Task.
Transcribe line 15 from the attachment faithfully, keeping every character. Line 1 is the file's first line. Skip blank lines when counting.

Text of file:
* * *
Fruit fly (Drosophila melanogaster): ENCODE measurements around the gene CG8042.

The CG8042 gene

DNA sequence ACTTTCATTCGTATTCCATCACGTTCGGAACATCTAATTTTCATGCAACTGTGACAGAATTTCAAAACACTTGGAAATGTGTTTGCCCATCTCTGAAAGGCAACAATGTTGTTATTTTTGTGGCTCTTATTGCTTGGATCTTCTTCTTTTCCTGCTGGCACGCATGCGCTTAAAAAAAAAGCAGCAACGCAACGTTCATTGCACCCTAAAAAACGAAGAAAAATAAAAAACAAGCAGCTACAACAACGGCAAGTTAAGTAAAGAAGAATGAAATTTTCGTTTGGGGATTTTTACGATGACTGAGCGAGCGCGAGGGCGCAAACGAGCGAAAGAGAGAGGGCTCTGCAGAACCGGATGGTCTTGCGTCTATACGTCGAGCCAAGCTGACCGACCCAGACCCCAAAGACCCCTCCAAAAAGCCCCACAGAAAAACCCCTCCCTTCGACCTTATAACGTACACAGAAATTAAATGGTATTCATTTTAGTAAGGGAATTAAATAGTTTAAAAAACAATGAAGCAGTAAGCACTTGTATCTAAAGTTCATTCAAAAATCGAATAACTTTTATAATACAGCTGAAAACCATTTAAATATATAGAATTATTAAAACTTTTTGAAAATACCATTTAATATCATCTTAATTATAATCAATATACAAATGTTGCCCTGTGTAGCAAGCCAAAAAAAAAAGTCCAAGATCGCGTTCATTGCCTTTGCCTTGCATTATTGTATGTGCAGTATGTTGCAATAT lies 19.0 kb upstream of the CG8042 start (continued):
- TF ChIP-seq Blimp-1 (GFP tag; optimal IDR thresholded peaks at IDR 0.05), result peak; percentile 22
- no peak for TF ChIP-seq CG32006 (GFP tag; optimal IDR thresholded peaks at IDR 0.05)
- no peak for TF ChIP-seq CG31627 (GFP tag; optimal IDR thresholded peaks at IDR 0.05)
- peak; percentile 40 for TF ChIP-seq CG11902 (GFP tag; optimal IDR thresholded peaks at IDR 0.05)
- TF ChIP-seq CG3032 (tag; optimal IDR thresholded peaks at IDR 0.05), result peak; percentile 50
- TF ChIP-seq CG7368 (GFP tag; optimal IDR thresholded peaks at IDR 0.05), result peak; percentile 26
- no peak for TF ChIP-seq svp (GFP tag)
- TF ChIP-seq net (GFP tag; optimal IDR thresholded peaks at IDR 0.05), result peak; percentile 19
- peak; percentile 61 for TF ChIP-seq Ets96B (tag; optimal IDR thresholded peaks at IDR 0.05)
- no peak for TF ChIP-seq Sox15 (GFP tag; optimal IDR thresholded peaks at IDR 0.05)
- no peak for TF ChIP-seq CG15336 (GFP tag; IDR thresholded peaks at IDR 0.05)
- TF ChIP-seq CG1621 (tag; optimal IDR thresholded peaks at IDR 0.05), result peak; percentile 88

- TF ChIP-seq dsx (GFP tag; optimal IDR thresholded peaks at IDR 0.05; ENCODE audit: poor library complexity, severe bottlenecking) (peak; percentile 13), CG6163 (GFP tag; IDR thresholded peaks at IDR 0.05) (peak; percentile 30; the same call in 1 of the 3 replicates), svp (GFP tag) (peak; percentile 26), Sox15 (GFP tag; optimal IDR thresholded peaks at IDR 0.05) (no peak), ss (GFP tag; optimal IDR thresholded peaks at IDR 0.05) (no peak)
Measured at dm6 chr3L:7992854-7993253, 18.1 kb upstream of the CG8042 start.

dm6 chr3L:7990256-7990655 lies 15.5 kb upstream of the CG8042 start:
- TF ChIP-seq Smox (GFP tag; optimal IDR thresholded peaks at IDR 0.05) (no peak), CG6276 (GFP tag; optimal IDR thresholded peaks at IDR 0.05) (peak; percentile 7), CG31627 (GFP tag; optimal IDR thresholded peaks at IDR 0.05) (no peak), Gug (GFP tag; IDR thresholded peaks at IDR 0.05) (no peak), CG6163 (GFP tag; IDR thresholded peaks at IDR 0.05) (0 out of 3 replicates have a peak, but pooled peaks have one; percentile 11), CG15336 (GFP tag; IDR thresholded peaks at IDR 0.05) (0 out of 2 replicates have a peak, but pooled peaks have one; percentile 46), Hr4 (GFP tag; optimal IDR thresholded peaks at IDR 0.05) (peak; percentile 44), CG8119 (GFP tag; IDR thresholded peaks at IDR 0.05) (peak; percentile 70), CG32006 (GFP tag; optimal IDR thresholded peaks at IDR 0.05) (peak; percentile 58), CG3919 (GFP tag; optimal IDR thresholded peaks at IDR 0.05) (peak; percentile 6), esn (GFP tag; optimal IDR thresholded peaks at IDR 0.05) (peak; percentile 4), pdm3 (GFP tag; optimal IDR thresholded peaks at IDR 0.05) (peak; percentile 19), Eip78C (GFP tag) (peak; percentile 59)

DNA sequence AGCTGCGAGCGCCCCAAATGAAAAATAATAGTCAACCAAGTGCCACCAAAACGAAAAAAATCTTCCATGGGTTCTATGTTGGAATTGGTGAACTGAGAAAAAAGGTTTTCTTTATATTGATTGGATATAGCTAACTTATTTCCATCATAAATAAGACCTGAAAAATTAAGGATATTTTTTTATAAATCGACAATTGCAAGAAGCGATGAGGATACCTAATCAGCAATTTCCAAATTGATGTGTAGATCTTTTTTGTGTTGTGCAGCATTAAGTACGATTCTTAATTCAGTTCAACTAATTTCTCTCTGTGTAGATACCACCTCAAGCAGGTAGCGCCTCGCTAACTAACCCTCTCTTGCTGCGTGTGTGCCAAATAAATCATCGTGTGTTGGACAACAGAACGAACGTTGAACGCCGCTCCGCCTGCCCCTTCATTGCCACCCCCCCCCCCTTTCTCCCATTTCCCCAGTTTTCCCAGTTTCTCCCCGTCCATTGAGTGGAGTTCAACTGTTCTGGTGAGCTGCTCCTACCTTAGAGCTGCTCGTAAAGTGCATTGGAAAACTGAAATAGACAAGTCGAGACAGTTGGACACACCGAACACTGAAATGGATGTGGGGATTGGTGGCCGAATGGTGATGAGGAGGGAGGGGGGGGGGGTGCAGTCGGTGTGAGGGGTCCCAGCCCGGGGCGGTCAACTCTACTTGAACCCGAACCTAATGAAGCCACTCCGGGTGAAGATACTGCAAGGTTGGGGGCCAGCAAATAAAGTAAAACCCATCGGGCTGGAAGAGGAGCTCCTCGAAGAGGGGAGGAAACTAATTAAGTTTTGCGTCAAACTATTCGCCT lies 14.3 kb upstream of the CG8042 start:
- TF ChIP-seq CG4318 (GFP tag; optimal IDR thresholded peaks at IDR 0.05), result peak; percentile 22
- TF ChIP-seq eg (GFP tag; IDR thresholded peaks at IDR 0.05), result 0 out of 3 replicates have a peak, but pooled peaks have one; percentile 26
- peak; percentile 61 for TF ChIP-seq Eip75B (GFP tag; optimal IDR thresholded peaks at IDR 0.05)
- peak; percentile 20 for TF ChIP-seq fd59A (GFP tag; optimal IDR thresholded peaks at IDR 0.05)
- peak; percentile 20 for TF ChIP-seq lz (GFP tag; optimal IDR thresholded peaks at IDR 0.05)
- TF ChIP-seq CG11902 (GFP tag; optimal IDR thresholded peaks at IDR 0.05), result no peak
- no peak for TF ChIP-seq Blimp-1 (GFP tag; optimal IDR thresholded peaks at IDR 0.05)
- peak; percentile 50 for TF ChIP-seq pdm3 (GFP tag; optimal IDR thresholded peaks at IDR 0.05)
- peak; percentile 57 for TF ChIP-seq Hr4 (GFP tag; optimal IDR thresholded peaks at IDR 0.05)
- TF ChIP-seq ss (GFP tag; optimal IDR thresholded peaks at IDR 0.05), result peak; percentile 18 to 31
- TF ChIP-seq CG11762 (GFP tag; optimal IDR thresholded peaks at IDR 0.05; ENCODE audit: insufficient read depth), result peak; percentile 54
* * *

- TF ChIP-seq CG1621 (tag; optimal IDR thresholded peaks at IDR 0.05), result peak; percentile 88